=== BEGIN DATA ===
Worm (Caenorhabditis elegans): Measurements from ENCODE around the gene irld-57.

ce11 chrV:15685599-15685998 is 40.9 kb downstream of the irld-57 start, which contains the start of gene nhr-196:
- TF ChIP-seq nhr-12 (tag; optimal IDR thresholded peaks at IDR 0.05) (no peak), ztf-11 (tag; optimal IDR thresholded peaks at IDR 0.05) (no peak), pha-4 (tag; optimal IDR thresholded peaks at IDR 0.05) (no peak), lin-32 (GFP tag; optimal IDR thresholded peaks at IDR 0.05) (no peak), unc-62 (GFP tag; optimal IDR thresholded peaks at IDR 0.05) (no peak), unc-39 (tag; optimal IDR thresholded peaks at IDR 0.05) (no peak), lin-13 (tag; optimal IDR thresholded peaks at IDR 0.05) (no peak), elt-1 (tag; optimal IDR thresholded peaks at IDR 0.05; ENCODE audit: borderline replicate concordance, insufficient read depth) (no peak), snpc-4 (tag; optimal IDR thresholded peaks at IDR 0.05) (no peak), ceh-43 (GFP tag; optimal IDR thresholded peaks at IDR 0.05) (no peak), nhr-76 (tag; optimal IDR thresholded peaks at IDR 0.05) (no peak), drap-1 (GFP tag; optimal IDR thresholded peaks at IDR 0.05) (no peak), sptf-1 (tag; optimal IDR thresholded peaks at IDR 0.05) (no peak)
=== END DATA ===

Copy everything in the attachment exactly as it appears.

Worm (Caenorhabditis elegans): Measurements from ENCODE around the gene irld-57.

ce11 chrV:15685599-15685998 is 40.9 kb downstream of the irld-57 start, which contains the start of gene nhr-196:
- TF ChIP-seq nhr-12 (tag; optimal IDR thresholded peaks at IDR 0.05) (no peak), ztf-11 (tag; optimal IDR thresholded peaks at IDR 0.05) (no peak), pha-4 (tag; optimal IDR thresholded peaks at IDR 0.05) (no peak), lin-32 (GFP tag; optimal IDR thresholded peaks at IDR 0.05) (no peak), unc-62 (GFP tag; optimal IDR thresholded peaks at IDR 0.05) (no peak), unc-39 (tag; optimal IDR thresholded peaks at IDR 0.05) (no peak), lin-13 (tag; optimal IDR thresholded peaks at IDR 0.05) (no peak), elt-1 (tag; optimal IDR thresholded peaks at IDR 0.05; ENCODE audit: borderline replicate concordance, insufficient read depth) (no peak), snpc-4 (tag; optimal IDR thresholded peaks at IDR 0.05) (no peak), ceh-43 (GFP tag; optimal IDR thresholded peaks at IDR 0.05) (no peak), nhr-76 (tag; optimal IDR thresholded peaks at IDR 0.05) (no peak), drap-1 (GFP tag; optimal IDR thresholded peaks at IDR 0.05) (no peak), sptf-1 (tag; optimal IDR thresholded peaks at IDR 0.05) (no peak)